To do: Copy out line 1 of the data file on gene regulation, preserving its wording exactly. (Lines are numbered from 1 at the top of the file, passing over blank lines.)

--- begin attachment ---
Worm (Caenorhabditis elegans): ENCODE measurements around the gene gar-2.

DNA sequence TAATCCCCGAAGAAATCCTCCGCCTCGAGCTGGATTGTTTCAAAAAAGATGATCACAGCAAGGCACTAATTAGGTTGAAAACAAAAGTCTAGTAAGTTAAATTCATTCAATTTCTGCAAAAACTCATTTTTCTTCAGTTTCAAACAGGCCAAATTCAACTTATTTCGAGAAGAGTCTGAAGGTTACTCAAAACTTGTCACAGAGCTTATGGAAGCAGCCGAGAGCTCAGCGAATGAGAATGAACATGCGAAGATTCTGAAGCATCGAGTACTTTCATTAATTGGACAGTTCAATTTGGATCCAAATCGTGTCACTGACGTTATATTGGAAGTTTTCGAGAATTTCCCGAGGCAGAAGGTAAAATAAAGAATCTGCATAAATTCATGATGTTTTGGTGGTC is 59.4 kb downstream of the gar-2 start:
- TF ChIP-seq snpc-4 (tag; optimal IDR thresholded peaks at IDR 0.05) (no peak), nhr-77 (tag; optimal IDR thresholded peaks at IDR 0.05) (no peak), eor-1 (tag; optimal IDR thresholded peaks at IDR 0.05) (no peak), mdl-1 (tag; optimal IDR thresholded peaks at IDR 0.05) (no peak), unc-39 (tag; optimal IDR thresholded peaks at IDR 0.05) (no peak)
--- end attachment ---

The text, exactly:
Worm (Caenorhabditis elegans): ENCODE measurements around the gene gar-2.